Contents [hide]
1 Early life and education
2 Legal, military, and political career in the antebellum period
3 Civil War
4 Postbellum career and legacy
5 See also
6 Notes
7 References
8 External links

[edit] Early life and educationBreckinridge was born at Cabell’s Dale near Lexington, Kentucky, to Joseph Cabell Breckinridge and Mary Clay Smith. He graduated from Centre College in Danville, Kentuckyin 1839 and later attended the College of New Jersey (now Princeton University). He then studied law at Transylvania University in Lexington and was admitted to the bar in 1840.

[edit] Legal, military, and political career in the antebellum periodHe moved to Burlington, Iowa, but soon returned to Lexington and commenced the practice of lawthere. He was married to Mary Cyrene Burch on December 12, 1843, in Georgetown, Kentucky. In 1847 and 1848, during the Mexican–American War, Breckinridge was a majorof the 3rd Kentucky Volunteers.

Breckinridge was a member of the Kentucky House of Representatives in 1849 as a Democrat. He was then elected to the Thirty-second and Thirty-third Congresses (March 4, 1851 – March 4, 1855). He did not run for reelection and, instead, was nominated as Minister to Spain by President Franklin Pierce but declined. He was elected Vice President of the United States in 1856 on the Democratic ticket with James Buchananas president. He was the youngest Vice President in U.S. history, elected at the age 35, the minimum age required under the United States Constitution.

Breckinridge was an unsuccessful candidate for president in the 1860 election. Nominated by the Southern faction of the split Democratic Party, he was supported by incumbent Democratic president Buchanan and ran on a pro-slavery platform. The race put Breckinridge at odds with his uncle, Robert Jefferson Breckinridge, who had supported Lincoln.

Far from expectant of victory, in a letter to Varina Davis, Breckinridge bemoaned “I trust I have the courage to lead a forlorn hope.” In a four-way contest, he came in third in the popular vote, with 18.1%, but second in the Electoral College, winning the states of the Deep South as well as the border states of Maryland and Delaware.

However, Breckinridge received almost no support in the most of the Northern states (which Lincoln swept except for split electoral votes from New Jersey going to Douglas and Lincoln) but, as the candidate of the Buchanan faction, did outpoll Douglas in Pennsylvania and won Delaware and received some support comparable to Douglas in Connecticut. Breckinridge lost to Douglas in Missouri and lost to Constitutional Union Party nominee John Bell in Virginia, Bell’s home state of Tennessee, and even Breckinridge’s own home state of Kentucky.

Despite losing the presidency, he was elected the same year to the United States Senate by the Kentucky Legislature. He served from March 4, 1861, and, as the outgoing vice president, swore in Lincoln’s vice president, Hannibal Hamlin.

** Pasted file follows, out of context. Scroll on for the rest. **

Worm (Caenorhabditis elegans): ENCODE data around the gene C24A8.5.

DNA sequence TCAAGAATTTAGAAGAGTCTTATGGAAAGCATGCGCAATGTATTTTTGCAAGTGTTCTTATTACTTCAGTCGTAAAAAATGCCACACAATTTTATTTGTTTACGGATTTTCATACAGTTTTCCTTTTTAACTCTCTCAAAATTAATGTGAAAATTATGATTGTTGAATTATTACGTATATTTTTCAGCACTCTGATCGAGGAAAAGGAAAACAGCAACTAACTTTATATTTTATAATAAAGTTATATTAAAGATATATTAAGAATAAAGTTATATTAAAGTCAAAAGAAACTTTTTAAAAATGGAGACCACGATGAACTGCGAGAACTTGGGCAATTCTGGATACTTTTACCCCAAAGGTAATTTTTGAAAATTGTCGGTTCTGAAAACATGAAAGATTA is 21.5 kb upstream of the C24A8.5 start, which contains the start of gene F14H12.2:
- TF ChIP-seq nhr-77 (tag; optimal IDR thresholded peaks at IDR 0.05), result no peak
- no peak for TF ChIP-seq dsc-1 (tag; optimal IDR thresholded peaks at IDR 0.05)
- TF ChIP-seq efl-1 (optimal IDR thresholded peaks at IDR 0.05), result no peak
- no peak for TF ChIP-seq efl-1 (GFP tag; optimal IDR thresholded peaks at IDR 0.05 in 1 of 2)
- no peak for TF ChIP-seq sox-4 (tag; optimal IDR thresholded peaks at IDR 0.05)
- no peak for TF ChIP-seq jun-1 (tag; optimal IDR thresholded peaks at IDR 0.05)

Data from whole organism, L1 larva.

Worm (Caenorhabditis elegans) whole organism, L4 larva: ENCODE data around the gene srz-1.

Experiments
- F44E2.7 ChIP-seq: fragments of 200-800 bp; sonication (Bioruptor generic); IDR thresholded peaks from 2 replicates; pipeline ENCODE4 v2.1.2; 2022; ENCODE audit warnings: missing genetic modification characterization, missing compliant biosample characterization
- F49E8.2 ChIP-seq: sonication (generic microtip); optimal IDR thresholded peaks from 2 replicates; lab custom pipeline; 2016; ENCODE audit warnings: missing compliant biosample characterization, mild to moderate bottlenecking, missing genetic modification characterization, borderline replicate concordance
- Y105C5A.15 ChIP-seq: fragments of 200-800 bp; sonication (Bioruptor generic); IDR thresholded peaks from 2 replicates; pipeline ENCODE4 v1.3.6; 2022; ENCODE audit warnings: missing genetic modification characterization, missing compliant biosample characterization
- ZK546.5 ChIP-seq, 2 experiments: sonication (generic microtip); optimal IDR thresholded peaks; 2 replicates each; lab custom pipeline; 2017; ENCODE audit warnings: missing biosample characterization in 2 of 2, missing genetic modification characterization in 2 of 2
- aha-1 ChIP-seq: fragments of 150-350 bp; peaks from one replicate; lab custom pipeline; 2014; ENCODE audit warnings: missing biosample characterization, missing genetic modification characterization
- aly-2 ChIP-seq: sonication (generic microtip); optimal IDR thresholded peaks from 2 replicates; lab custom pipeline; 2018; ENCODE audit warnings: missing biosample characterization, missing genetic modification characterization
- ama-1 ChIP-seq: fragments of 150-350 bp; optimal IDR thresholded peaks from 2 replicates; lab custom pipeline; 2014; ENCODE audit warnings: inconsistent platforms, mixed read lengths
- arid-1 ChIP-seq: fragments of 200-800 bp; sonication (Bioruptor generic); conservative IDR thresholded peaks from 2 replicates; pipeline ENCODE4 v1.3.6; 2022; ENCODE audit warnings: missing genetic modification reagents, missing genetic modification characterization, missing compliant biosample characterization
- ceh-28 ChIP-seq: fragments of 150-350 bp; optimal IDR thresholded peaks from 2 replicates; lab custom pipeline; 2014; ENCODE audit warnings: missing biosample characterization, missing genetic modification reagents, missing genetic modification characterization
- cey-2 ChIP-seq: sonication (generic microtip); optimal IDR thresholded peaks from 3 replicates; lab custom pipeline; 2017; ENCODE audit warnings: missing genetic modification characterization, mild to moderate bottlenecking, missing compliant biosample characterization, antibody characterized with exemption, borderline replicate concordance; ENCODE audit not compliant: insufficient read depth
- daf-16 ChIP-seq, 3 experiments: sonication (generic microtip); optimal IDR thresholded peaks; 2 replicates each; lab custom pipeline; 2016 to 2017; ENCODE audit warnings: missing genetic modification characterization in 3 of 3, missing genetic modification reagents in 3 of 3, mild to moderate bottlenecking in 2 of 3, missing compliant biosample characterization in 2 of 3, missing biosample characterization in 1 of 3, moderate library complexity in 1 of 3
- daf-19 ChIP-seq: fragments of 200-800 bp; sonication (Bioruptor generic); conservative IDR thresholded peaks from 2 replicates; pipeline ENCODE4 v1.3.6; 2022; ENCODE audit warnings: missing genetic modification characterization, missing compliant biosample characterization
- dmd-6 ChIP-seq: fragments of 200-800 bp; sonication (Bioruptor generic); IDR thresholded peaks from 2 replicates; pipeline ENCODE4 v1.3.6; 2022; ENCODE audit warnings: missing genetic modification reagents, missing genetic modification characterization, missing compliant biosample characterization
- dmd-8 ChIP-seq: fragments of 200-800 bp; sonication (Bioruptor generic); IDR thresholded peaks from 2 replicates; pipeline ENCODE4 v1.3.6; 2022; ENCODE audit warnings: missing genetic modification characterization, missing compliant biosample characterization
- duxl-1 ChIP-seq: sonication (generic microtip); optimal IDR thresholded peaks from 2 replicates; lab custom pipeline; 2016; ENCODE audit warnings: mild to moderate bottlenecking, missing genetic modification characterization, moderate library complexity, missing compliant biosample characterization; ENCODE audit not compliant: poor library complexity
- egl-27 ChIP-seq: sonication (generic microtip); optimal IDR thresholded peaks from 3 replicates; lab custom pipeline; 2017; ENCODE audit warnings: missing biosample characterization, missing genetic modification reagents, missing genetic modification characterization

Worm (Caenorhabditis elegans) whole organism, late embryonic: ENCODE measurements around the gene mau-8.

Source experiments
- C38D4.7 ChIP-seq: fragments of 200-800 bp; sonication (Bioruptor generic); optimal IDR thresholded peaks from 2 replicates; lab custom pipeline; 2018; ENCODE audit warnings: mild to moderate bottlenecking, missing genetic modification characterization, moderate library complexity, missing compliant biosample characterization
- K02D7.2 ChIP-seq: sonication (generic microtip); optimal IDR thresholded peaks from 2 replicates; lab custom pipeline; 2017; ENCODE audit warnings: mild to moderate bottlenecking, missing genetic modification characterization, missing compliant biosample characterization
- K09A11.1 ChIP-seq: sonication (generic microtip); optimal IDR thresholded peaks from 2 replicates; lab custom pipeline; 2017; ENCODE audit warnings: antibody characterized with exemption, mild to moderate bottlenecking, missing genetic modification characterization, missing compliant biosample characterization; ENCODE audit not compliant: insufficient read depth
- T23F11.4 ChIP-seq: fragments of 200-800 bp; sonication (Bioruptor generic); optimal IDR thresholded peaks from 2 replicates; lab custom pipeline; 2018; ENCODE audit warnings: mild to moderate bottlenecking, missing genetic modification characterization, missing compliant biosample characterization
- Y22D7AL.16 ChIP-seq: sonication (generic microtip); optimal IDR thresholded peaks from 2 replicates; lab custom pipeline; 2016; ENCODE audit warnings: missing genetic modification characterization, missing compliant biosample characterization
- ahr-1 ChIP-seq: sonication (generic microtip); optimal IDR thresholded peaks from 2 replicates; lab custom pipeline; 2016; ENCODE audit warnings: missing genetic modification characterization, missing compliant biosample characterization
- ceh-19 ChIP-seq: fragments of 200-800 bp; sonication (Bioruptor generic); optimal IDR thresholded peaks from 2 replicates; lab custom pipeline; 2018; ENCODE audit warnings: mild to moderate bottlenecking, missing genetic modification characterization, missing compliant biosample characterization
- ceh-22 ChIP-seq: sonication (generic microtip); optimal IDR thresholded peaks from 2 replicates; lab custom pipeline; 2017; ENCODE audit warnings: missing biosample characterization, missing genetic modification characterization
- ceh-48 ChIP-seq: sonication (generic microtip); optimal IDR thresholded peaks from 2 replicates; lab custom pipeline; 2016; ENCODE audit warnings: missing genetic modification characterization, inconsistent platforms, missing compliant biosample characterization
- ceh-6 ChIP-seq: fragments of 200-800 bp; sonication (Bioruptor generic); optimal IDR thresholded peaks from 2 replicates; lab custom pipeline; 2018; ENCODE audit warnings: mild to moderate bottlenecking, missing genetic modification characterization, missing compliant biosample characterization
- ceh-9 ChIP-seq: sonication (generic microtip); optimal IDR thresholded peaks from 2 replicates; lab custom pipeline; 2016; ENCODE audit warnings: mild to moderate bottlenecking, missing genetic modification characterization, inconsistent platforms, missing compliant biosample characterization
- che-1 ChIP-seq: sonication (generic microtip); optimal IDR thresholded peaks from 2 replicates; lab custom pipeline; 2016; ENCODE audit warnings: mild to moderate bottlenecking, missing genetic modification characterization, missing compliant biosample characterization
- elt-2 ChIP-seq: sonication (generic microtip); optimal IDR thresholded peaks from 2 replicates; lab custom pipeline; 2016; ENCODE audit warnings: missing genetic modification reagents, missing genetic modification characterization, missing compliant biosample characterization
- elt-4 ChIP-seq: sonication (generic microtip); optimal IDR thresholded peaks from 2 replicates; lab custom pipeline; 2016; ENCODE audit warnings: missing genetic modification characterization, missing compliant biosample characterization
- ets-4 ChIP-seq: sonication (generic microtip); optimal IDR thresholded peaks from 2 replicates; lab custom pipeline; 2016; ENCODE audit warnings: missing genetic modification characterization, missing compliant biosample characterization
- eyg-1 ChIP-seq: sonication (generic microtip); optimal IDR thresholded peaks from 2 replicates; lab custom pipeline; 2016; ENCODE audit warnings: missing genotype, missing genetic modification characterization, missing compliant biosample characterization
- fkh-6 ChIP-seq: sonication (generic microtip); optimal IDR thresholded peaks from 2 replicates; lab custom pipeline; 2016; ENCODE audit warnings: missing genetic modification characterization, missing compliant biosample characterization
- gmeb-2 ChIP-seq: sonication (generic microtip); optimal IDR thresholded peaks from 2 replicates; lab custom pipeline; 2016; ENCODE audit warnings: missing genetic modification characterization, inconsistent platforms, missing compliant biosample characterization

Despite the secession of the Southern states and the formation of the Confederate States of America, Breckinridge remained in the Senate until he was expelled by resolution on December 4, 1861, for supporting the South; ten Southern Senators had been expelled earlier the same year. Fearing arrest, he fled to the Confederacy. Unlike other Confederate leaders, such as Robert E. Lee, who claimed obeisance to the will of their states, Breckinridge broke with his state after the Kentucky Legislature voted to remain in the Union.

[edit] Civil WarBreckinridge entered the Confederate States Army during the American Civil War as a brigadier general and soon became a major general, originally commanding the 1st Kentucky Brigade, nicknamed the Orphan Brigade because its men felt orphaned by Kentucky’s state government, which remained loyal to the Union. He fought in many battles in the Western Theater, beginning with the Battle of Shiloh, in which he was wounded. He served as an independent commander in the lower Mississippi Valley, securing Confederate control of the area by taking Port Hudson.

Breckinridge developed an intense personal dislike of General Braxton Bragg, the commander of the Army of Tennessee. He considered him incompetent, a point of view shared by many other Confederate officers. Furthermore, Breckinridge felt that Bragg was unfair in his treatment of Kentucky troops in Confederate service, such as the Orphan Brigade. Throughout the war, Breckinridge felt a strong personal need to see to the welfare of his fellow Kentuckians. For his part, Bragg despised Breckinridge and tried to undermine his career with accusations that he was a drunkard. At the Battle of Stones River in Murfreesboro, Tennessee, Bragg ordered Breckinridge’s division to launch a near-suicidal attack on the Union lines on January 2, 1863. Breckinridge survived the attack, but his division suffered heavy casualties. Breckinridge was devastated by the disaster; he lost nearly one-third of his Kentucky troops, primarily the Orphan Brigade. As he rode among the survivors, he cried out repeatedly, “My poor Orphans! My poor Orphans.”